By Sharmina Manandhar
KATHMANDU, 11 December 2016 - Sushila Phuyal was six months pregnant when the 7.8 Richter scale earthquake struck Nepal on 25 April 2015.
A member of the Nepal Police, Ms Phuyal was called on duty to Birtadeurali village of Kavrepalanchowk District and was immediately put on rescue mission. She was in the village when the second earthquake struck a fortnight later which levelled over five dozen homes.
"We dug out many corpses, including that of a pregnant woman and also a mother and a child. But we also managed to dig out seven people alive from the rubble,” she said.
As Nepal experienced numerous aftershocks in the months that followed, Ms Phuyal continued to work continued to work, despite her delicate situation.
As the health post in her community had been damaged by the earthquake, she was all prepared to travel to Kathmandu for what she had been told would be a complicated delivery due to the baby's breech positioning.
However, when she learned that a birthing centre had been established under a UNICEF tent right in her community, she opted to deliver her baby there instead. Ms Phuyal had an uneventful childbirth and lived under UNICEF shelter home nearby before going back home to her family following the delivery.
She recently recounted her experiences at an event where she launched UNICEF's photo book 'Under the tent' and helped inaugurate a three-day photo exhibition. The exhibition of 70 photos from the book, which coincided with celebration of UNICEF's 70th anniversary, was also held under two UNICEF tents, which had been part of a hospital south of Kathmandu Valley following the earthquakes.
"It is because of the proper care and support that I received at the UNICEF shelter home after my delivery that I and my son are healthy and happy," said Ms Phuyal, who had come to the event with her son, now 15 months old. "I hope UNICEF will continue to put smiles on the faces of mothers like me."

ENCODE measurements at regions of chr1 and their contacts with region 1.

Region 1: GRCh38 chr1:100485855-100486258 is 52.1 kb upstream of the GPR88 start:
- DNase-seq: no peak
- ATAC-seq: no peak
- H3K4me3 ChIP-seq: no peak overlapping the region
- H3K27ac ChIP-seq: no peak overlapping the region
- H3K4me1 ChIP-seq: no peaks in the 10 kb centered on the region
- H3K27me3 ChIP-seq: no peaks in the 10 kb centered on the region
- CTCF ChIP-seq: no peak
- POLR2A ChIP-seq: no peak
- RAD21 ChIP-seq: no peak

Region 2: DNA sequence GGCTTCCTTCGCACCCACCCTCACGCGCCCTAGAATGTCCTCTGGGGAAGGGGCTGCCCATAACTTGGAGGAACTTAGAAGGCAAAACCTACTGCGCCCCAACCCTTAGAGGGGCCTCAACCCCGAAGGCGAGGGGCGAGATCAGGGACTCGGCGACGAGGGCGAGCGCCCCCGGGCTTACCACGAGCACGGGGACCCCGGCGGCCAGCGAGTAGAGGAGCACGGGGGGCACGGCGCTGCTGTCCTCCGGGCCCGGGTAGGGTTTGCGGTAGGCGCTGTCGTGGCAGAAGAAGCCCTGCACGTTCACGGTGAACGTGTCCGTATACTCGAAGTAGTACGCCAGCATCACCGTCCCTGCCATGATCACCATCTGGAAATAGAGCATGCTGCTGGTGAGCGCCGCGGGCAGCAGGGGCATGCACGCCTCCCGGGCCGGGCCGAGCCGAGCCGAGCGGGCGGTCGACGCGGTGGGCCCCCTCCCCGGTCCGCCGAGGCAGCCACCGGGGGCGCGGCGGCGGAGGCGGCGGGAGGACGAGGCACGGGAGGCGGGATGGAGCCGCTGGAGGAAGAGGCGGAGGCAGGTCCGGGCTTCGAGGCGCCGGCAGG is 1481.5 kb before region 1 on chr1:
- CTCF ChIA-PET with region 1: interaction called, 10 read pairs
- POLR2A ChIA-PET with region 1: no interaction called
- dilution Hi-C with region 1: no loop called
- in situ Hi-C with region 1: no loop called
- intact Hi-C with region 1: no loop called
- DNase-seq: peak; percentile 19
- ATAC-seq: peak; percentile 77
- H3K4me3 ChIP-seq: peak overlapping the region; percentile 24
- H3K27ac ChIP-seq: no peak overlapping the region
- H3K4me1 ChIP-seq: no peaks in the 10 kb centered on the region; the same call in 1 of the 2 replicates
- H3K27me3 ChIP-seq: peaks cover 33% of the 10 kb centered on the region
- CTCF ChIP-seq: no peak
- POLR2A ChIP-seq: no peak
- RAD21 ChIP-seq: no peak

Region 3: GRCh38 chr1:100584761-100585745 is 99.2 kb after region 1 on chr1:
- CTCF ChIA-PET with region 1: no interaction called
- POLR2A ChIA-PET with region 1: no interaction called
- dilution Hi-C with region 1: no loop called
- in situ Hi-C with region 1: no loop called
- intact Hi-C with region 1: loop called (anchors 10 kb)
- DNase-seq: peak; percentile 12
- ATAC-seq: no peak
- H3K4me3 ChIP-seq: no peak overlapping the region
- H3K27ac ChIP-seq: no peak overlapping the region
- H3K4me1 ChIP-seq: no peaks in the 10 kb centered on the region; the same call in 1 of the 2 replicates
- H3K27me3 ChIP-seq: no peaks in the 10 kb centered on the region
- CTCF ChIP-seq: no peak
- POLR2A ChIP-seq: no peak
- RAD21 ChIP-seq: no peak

The pictorial publication highlights the stories of people – the children, adolescents, men and women like Ms Phuyal who lived, took shelter, provided or availed of services under UNICEF tents during the aftermath of the 2015 earthquakes that damaged or destroyed thousands of homes, health posts, hospitals, schools, radio stations and other structures. In order to help ensure smooth operation of necessary services to the people in the 14 most earthquake-affected districts, UNICEF distributed tarpaulin and tents.
Speaking on the occasion, UNICEF Representative to Nepal Mr Tomoo Hozumi said, "We published these photo books in English and Nepali not just to show what role the tents played in the humanitarian response phase following the disaster, but also to remind us of what the situation was like, and how we need to be better prepared for disasters in the future."
The UNICEF tents served many purposes – from medical tents that housed outpatient services and operation theatres at the hospital premises to child-friendly spaces that provided safe spaces for children to play and have fun. The tents were also used to set up temporary learning centres to quickly provide learning space for children whose schools were damaged or destroyed during the earthquake as well as to establish shelter homes that provided a safe and caring environment for pregnant women, new mothers, their babies and caretakers.